India: Cabinet Clears the Data Protection Bill

December 5, 2019
General Personal Data Protection Regulation (GDPR)

By Rupin Chopra and Reetika Wadhwa

Data Protection Bill and data classification

Indian Daily, The Economic Times has reported that the Union Cabinet[1] has cleared the Personal Data Protection Bill, 2018 (hereinafter referred to as ‘The Bill’). The Bill primarily focuses on providing a legal framework to protect the data shared by individuals on social media and other online platforms. The Bill comes in line with the European Union’s General Data Protection Regulation (GDPR), a regulation for the European Union countries to protect their data and privacy. The Bill when enacted will be a first of its kind as at present there is no law solely addressing the issue of protection of personal data and prevention of its misuse.

The Bill is prepared and modelled by an expert group headed by former Supreme Court Judge, Justice BN Srikrishna. With India being a huge internet market comprising of nearly 450 million internet users, introduction of this Bill would set a new benchmark for privacy laws in India. The Bill aims to keep a check on unregulated information shared on the internet and would help in identifying fake user accounts.

Data Classification

This Bill classifies the data into three broad categories – critical, sensitive and general.

  • Critical: The data classifies under the ‘critical’ category will be defined by the government from time to time. The ‘critical’ data has to be stored and processed only in India.
  • Sensitive: The data under the ‘sensitive’ category will include sectors like financial, health, sexual orientation, biometrics, transgender status, religious or political beliefs and affiliation. They can be stored only in India and explicit consent would have to be taken for processing such data outside India.
  • General: Any data not falling within ‘sensitive’ and ‘critical’ category would be classified as ‘general’ and can be stored and process without any restriction. The government through this way has tried to introduce the concept of consent in data sharing process.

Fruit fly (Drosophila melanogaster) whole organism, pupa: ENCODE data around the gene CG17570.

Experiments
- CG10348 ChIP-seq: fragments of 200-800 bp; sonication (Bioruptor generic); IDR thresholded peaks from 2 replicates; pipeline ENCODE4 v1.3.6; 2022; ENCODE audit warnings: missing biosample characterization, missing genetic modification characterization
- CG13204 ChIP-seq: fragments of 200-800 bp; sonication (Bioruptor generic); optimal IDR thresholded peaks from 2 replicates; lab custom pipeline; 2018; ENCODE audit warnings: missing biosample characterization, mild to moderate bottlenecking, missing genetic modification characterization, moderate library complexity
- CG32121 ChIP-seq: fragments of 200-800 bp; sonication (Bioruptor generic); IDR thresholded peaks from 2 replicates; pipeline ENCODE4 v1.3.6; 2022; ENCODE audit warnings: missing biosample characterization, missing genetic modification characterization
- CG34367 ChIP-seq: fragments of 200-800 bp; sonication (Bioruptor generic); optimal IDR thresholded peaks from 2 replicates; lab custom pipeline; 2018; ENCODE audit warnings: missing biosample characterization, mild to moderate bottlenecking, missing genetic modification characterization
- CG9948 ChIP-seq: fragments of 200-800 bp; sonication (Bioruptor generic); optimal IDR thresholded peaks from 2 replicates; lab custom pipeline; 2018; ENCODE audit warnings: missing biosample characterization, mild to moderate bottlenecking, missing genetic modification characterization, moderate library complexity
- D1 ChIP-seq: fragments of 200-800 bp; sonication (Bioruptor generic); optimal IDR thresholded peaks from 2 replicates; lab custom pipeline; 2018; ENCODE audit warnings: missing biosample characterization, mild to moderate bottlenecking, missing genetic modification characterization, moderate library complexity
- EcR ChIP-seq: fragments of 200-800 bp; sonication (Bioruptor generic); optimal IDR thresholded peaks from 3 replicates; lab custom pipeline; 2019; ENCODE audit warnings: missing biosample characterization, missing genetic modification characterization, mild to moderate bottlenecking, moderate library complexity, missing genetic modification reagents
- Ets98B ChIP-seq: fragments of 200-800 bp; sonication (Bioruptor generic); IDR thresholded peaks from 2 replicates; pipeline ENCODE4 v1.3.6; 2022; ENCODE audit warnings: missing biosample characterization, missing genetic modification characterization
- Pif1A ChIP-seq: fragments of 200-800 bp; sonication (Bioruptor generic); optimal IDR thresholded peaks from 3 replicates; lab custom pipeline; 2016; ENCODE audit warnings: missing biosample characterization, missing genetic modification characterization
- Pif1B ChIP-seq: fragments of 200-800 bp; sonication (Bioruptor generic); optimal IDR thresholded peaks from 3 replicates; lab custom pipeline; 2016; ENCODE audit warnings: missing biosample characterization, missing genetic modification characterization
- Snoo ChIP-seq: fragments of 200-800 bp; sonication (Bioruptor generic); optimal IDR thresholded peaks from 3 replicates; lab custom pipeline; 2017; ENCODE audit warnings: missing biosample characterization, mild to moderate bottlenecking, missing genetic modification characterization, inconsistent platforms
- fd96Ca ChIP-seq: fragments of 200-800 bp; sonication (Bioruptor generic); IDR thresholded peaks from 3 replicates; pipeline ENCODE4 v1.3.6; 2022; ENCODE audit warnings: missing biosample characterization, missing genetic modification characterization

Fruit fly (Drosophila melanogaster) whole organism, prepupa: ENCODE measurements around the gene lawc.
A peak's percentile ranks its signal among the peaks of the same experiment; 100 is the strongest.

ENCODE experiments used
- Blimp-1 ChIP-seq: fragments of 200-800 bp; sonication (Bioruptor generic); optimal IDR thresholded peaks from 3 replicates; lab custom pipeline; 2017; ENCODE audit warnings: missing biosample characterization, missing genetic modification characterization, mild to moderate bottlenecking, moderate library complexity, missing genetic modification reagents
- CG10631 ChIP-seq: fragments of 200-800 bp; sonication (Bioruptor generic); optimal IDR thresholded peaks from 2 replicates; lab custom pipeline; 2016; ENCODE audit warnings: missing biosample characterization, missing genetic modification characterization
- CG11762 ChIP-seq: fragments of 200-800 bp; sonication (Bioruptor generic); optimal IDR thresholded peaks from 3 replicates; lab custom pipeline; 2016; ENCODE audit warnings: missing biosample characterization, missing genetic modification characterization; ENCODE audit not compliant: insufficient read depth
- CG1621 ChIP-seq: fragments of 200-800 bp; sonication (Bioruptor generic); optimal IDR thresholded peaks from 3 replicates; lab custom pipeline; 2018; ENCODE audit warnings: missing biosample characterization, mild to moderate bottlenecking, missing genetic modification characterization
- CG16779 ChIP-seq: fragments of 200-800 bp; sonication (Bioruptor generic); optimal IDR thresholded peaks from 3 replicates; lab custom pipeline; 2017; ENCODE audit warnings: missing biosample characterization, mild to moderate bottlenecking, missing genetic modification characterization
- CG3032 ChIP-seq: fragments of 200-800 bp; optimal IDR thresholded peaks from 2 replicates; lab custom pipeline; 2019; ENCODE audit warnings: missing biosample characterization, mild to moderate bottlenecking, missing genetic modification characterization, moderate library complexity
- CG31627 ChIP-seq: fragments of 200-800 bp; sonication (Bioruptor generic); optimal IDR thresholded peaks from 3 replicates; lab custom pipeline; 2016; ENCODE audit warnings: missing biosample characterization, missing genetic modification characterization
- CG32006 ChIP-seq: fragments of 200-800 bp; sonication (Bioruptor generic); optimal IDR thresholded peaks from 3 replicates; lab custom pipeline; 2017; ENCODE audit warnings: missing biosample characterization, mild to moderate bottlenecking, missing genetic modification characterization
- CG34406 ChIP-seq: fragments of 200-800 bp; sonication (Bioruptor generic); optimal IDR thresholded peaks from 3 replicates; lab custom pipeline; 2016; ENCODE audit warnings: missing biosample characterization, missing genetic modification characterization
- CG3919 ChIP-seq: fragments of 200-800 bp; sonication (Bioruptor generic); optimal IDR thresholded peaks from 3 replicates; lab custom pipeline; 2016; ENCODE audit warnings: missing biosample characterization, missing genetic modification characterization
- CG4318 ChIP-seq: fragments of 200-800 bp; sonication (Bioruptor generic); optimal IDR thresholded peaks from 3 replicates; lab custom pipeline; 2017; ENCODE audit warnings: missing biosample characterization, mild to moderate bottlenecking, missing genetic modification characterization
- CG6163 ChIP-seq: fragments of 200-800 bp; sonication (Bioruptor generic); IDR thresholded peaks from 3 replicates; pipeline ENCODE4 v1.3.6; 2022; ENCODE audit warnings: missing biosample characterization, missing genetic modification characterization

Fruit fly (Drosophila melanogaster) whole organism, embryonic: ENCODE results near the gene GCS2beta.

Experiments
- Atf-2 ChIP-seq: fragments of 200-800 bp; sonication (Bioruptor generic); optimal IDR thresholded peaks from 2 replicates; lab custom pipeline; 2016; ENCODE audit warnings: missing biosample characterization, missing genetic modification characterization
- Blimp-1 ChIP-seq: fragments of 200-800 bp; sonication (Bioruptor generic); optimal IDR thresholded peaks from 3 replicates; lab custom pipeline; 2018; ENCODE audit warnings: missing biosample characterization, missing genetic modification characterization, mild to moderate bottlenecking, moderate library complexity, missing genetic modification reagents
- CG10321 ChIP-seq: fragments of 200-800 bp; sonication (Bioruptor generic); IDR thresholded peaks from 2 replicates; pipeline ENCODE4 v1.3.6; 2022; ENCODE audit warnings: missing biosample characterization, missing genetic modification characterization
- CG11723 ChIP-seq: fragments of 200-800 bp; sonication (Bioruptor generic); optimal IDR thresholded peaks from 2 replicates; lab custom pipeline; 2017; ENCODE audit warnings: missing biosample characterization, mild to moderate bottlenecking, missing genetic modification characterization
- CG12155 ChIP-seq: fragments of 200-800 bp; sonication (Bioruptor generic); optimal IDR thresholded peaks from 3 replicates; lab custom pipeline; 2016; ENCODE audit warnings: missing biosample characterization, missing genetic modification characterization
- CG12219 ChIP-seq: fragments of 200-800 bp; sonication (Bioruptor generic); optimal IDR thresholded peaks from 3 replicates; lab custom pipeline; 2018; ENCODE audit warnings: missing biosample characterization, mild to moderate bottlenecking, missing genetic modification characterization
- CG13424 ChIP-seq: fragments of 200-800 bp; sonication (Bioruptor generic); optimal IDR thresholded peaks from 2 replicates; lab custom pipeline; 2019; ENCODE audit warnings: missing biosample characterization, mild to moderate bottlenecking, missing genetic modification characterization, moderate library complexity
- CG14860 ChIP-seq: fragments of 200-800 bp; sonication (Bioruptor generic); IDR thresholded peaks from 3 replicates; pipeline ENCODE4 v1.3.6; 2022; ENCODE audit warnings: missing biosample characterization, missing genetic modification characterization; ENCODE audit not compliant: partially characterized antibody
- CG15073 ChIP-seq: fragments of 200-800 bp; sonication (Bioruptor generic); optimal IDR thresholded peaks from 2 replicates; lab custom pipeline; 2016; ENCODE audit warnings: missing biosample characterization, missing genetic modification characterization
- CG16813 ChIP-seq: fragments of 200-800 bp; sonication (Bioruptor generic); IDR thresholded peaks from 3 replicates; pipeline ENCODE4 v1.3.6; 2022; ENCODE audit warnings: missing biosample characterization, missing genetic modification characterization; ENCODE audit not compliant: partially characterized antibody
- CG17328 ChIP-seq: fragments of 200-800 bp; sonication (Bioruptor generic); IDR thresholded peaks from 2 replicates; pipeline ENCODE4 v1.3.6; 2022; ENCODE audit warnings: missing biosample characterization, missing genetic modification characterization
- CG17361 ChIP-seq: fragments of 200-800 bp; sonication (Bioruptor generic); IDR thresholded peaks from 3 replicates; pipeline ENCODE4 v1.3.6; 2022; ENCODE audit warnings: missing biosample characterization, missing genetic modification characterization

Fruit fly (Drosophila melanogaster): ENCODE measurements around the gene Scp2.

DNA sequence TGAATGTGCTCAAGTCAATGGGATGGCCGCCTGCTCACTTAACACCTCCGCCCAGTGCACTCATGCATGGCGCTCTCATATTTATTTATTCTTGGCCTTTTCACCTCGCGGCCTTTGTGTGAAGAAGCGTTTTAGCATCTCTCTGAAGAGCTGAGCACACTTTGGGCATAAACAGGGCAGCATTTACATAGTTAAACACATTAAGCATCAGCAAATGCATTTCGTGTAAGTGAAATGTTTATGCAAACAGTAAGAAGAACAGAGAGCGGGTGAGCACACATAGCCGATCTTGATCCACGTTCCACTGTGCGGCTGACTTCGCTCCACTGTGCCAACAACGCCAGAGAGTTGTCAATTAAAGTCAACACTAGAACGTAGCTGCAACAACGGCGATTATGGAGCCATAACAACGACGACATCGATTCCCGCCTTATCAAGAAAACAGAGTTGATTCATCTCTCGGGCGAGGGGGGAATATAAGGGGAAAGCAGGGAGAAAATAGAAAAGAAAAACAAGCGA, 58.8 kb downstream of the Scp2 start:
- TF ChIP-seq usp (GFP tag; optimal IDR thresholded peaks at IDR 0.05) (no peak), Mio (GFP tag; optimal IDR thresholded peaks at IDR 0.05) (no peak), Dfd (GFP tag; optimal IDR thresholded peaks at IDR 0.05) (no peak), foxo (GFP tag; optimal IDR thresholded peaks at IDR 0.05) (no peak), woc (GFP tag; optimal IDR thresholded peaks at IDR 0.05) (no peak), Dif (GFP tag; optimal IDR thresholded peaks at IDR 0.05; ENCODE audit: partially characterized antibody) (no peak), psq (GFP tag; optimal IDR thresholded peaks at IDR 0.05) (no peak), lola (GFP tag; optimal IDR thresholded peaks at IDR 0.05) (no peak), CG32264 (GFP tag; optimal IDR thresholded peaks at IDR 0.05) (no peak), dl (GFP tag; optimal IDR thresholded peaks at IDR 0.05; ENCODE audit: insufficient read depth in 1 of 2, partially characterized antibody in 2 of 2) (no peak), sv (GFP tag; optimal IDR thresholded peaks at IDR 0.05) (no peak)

The Bill proposes that unauthorized sharing of data would attract a fine of INR 150,000,000 or 4% of the company’s global turnover. Data breach or inaction would also attract a fine of INR 50,000,000 or 2% of the company’s global turnover.

Verification process

The Bill further proposes that social media platforms should introduce verification process for all the users to authenticate their identification. Those who do not opt for the same will be flagged to differentiate them from verified users. Though the Bill does not clarify upon any method to be followed for such verification and the companies shall have the liberty to devise a method on their own to comply with the process.

The present development indicates that the much awaited Data Protection Law may soon see light of the day. With technological advancement and data integration, the protection of confidential and valuable data is a primary and critical concern for any entity in this cyberage. However, the procedural compliances as enumerated in the Bill by the companies might be time consuming and would involve higher costs.


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